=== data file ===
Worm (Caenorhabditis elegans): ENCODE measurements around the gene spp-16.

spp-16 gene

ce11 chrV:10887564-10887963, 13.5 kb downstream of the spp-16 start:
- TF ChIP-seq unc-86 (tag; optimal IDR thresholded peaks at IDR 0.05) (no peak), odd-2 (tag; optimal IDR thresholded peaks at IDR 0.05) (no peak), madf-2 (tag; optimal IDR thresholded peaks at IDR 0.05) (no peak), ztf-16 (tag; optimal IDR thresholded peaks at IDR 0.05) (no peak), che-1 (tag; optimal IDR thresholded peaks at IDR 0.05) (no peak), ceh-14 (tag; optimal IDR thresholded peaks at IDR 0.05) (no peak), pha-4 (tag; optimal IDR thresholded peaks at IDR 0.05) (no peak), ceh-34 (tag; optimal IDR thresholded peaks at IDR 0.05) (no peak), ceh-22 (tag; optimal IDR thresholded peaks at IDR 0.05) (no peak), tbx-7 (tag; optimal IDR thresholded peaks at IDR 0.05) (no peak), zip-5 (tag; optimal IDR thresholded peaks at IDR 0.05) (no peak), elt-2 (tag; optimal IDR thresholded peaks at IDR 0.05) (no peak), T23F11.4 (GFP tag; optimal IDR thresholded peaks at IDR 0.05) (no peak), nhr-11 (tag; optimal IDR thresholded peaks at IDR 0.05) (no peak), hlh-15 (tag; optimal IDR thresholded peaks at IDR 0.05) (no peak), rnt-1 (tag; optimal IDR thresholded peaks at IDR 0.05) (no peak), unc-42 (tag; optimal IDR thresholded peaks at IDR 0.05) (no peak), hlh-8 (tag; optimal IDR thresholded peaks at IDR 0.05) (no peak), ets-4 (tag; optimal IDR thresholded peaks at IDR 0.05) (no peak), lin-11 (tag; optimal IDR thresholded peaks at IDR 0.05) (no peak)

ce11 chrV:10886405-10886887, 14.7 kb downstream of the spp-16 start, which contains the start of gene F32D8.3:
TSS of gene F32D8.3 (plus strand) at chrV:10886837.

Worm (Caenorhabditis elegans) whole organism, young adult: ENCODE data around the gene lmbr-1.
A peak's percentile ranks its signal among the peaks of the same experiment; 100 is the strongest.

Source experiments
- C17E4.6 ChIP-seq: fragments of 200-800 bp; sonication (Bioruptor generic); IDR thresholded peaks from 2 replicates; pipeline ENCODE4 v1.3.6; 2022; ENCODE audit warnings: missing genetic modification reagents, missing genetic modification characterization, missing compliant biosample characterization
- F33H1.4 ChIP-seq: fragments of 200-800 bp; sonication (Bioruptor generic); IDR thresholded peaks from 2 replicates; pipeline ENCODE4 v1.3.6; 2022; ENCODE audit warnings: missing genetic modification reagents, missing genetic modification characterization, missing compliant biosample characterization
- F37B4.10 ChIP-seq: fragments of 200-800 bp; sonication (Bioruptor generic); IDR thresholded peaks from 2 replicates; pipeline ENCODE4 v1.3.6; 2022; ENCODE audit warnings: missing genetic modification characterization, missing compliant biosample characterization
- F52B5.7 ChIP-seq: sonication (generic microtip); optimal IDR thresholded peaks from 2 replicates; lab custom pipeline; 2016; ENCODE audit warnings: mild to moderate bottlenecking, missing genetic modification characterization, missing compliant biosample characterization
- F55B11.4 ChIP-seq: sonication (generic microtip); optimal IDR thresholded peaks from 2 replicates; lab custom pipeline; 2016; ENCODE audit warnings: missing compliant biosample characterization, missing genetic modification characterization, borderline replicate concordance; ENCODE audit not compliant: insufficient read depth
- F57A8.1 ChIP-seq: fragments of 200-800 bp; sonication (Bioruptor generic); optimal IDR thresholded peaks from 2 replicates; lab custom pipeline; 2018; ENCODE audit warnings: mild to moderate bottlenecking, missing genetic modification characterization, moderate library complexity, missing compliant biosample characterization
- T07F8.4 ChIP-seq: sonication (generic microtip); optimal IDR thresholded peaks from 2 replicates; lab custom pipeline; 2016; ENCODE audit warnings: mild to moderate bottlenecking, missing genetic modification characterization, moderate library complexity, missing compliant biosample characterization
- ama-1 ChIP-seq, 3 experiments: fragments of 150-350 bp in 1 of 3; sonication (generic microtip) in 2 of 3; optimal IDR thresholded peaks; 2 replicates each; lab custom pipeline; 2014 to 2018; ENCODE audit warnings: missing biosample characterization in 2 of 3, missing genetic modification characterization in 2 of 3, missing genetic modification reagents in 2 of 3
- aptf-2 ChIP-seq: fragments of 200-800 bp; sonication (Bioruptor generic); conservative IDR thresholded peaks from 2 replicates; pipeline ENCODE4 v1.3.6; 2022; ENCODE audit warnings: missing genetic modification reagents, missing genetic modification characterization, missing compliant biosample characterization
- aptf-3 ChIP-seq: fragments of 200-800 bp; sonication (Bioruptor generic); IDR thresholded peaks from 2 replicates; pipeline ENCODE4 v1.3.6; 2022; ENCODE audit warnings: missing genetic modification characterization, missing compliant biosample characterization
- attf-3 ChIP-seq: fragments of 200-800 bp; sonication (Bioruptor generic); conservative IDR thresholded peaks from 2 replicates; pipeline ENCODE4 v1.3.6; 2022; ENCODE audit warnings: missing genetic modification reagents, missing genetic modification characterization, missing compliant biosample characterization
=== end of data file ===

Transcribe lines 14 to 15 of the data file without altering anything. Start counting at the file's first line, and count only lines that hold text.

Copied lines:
- F55B11.4 ChIP-seq: sonication (generic microtip); optimal IDR thresholded peaks from 2 replicates; lab custom pipeline; 2016; ENCODE audit warnings: missing compliant biosample characterization, missing genetic modification characterization, borderline replicate concordance; ENCODE audit not compliant: insufficient read depth
- F57A8.1 ChIP-seq: fragments of 200-800 bp; sonication (Bioruptor generic); optimal IDR thresholded peaks from 2 replicates; lab custom pipeline; 2018; ENCODE audit warnings: mild to moderate bottlenecking, missing genetic modification characterization, moderate library complexity, missing compliant biosample characterization